I am not sure where you would get the back scenes printed onto Foam Board. If you are looking at using 1mm, that is going to be very weak. I would assume that you would mount them onto something. I have used MDF on my Hawkhurst layout and hand painted the back scenes, although I am not 100% happy with them yet and will do some refurbishment. Using MDF, you also need to seal it both sides with paint or varnish to stop it taking up moisture and distorting.

 

The layout is certainly coming on, but you may have a fun session cleaning up some of that track which looks fairly well coated with paint and filler in places.

 

All the best

Ray

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But, there are nice 6mm(?) ply boards there already, so the backscene need have no strength of its own if it is fixed to them. All MDF would do would be to add weight, surely?

 

Why not have a go at painting your own scene direct on the ply? You’ll almost certainly succeed,  but if it turns into a disaster you can wallpaper over it.

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4 hours ago, wainwright1 said:

I am not sure where you would get the back scenes printed onto Foam Board. If you are looking at using 1mm, that is going to be very weak. I would assume that you would mount them onto something. I have used MDF on my Hawkhurst layout and hand painted the back scenes, although I am not 100% happy with them yet and will do some refurbishment. Using MDF, you also need to seal it both sides with paint or varnish to stop it taking up moisture and distorting.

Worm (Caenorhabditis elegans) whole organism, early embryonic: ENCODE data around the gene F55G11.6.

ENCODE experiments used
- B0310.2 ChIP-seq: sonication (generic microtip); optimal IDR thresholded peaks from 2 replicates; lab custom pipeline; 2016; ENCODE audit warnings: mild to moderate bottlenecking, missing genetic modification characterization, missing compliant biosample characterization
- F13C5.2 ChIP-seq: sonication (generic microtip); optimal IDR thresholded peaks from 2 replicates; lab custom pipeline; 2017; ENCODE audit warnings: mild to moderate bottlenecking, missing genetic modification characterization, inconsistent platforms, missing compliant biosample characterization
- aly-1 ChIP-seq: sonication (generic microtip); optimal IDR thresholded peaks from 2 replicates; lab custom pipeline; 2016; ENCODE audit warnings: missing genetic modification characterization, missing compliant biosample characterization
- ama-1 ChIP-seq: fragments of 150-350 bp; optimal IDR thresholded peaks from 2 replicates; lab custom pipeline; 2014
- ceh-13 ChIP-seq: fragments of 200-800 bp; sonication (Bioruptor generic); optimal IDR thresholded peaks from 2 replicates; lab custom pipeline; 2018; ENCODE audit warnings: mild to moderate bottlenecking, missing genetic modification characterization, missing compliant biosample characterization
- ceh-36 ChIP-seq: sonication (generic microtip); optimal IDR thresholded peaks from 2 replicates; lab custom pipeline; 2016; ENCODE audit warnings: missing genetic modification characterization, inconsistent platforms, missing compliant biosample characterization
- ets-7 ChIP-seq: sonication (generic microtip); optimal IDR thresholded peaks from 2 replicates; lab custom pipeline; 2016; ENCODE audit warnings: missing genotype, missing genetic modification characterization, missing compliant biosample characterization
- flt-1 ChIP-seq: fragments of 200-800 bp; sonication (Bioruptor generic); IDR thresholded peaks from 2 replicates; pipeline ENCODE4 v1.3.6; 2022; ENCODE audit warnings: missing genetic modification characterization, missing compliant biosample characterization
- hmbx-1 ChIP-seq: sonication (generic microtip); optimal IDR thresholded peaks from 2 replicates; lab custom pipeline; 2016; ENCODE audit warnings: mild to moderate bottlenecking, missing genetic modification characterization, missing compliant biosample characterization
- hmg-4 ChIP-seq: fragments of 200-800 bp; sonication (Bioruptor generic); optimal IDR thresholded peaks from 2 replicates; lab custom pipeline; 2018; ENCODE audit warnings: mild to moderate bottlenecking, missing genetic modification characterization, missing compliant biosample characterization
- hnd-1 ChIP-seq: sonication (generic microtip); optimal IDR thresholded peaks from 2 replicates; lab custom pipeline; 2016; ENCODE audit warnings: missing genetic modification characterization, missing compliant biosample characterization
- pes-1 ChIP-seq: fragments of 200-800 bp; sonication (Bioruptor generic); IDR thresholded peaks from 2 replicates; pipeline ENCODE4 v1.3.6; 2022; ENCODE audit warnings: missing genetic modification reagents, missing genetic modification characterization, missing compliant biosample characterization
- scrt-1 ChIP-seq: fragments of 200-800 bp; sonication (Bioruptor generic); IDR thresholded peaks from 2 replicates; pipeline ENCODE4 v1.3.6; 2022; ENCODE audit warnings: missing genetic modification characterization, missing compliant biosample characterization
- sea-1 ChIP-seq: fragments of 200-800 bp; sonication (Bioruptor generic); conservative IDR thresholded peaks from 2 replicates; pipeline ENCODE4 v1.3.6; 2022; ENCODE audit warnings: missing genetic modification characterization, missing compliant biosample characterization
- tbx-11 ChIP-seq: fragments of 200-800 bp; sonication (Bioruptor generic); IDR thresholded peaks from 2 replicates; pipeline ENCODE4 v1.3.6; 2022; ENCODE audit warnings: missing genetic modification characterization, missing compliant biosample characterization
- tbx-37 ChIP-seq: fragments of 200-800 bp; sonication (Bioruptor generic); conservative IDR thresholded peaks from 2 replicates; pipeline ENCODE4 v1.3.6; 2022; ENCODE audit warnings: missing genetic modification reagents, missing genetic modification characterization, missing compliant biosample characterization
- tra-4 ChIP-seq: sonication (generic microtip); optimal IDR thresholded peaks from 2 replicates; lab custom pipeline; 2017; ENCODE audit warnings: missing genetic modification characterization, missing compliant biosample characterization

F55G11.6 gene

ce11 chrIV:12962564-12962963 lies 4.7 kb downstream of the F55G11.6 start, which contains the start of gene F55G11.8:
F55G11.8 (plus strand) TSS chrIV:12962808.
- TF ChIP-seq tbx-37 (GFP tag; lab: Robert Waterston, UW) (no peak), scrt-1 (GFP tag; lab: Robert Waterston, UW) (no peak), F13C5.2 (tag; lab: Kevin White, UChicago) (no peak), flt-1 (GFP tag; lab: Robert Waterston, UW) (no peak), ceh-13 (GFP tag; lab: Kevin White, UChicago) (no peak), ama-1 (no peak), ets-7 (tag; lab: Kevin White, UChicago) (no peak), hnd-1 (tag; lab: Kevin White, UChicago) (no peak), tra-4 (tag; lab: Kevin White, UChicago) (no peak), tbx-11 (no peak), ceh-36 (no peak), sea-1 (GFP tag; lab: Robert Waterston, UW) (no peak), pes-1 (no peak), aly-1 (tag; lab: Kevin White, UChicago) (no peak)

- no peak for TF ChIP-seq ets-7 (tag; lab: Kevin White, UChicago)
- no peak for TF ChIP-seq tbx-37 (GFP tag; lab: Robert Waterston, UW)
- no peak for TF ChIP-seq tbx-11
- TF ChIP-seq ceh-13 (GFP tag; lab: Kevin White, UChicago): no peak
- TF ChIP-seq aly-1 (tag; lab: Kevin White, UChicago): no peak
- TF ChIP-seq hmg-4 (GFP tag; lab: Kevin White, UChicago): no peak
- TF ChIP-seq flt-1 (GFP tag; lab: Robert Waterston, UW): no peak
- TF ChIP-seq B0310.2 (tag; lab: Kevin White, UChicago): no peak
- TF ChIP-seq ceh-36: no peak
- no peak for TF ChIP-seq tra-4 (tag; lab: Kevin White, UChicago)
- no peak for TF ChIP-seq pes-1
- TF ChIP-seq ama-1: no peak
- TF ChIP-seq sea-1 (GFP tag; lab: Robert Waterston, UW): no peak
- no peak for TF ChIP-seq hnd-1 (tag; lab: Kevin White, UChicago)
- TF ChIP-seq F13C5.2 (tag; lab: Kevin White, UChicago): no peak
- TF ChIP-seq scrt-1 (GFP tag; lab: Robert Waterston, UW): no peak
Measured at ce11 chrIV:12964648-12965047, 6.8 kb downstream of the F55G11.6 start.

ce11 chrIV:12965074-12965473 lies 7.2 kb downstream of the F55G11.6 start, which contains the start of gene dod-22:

The layout is certainly coming on, but you may have a fun session cleaning up some of that track which looks fairly well coated with paint and filler in places.

 

All the best

Ray


Hi Ray, 

 

the backscene would be supported  by the ply and so wouldn’t need any strength of its own, however I think I’ve moved away from this idea for now anyway. 
 

I actually spent yesterday fitting DCC to a Hornby Terrier and testing out my newly acquired Gaugemaster Prodigy, you’ll be pleased to hear that after a little cleaning up of the track, and coaxing the DCC autofrogs into life, the layout operated without trouble. 
 

 

2 hours ago, Nearholmer said:

But, there are nice 6mm(?) ply boards there already, so the backscene need have no strength of its own if it is fixed to them. All MDF would do would be to add weight, surely?

 

Why not have a go at painting your own scene direct on the ply? You’ll almost certainly succeed,  but if it turns into a disaster you can wallpaper over it.

 

Hi @Nearholmer,

 

It feels like you’ve read my mind! As of today I’ve now put 3 coats of waterbased primer on the plywood backscene to fill the grain, this will be sanded back and painted with white emulsion paint, then the aforementioned method using  rattle cans and an airbrush. More updates to follow on this in due course!